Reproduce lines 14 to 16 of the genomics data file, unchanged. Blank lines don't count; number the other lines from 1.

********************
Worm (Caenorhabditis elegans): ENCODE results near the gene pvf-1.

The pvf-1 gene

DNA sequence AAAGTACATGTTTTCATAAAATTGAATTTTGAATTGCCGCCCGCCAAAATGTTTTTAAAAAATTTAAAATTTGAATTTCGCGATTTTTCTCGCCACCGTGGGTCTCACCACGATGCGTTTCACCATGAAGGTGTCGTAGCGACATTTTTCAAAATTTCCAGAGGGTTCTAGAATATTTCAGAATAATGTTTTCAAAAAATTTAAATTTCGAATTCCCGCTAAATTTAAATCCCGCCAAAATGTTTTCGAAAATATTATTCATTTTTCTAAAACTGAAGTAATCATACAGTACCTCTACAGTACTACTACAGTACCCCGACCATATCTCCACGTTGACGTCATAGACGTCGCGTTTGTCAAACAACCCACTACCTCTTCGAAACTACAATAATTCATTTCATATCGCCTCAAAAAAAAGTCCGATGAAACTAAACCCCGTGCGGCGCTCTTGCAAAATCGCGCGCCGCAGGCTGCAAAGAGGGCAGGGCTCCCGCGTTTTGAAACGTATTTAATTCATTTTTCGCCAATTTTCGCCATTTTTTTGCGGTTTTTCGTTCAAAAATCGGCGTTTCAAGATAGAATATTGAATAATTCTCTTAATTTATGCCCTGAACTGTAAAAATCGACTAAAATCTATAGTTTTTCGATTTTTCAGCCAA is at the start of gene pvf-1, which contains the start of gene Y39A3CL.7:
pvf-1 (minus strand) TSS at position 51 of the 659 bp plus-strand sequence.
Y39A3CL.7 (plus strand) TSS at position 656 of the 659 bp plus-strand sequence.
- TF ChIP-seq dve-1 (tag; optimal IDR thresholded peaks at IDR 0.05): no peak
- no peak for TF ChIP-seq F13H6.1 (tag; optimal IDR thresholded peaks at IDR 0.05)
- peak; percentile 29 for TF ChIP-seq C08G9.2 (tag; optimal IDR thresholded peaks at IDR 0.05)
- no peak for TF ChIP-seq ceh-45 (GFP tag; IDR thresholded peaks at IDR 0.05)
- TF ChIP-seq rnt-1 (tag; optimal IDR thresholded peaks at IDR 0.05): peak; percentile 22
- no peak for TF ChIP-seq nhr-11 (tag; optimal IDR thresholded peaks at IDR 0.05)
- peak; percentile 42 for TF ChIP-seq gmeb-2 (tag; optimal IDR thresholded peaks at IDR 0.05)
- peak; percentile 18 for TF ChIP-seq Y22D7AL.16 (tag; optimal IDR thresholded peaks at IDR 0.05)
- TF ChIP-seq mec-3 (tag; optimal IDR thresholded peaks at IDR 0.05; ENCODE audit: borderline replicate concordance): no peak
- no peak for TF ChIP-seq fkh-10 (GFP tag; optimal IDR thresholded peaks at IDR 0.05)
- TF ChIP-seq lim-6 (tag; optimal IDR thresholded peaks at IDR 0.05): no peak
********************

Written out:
- TF ChIP-seq mec-3 (tag; optimal IDR thresholded peaks at IDR 0.05; ENCODE audit: borderline replicate concordance): no peak
- no peak for TF ChIP-seq fkh-10 (GFP tag; optimal IDR thresholded peaks at IDR 0.05)
- TF ChIP-seq lim-6 (tag; optimal IDR thresholded peaks at IDR 0.05): no peak